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A three-year study on performance pay for teachers found that one bonus-pay system in metro-Nashville schools had no overall impact on student achievement. You can read the Ed Week story about it here. Or you can read the report itself here.

It's a finding that's likely to have implications for schools nationwide as a number of states, including Utah, give performance pay a try (now, most teachers are paid based only on education and experience). This school year in Utah, for example, five schools will pay teachers up to an additional $2,000 each for boosting sudent achievement, for the quaiity of their instruction and for parent satisfaction, as part of a $300,000-a-year state funded pilot program. Utah also has some other schools doing pay for performance as part of other programs. Provo District, for example, is contemplating using some of its edujobs money to develop a pay for performance play. Northwest and Glendale middle schools also plan to pay some teachers up to 18 percent of their base pay for meeting student achievement goals as part of federal school improvement grants.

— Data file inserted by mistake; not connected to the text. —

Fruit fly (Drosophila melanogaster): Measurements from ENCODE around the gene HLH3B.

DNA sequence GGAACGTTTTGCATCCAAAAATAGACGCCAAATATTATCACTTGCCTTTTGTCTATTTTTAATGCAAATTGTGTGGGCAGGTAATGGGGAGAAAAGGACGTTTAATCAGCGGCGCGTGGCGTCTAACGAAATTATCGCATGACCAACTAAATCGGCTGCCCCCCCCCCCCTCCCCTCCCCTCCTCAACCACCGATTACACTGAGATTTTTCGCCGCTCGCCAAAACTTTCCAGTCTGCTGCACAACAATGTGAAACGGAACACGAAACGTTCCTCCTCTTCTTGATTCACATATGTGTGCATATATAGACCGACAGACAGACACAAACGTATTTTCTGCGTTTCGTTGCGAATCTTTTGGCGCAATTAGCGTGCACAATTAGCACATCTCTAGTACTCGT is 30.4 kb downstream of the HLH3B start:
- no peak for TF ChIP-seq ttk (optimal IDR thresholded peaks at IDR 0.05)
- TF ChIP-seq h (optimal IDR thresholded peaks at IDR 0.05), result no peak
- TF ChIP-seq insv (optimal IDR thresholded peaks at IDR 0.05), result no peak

When I talked to Susan Burns, program manager at the National Center on Performance Incentives at Peabody College of Vanderbilt University, in June, she said there wasn't much research definitively supporting performance pays' effectiveness in raising student achievement. We'll see if and how this new study — out of that Vanderbilt University center — affects the national, and state, conversation.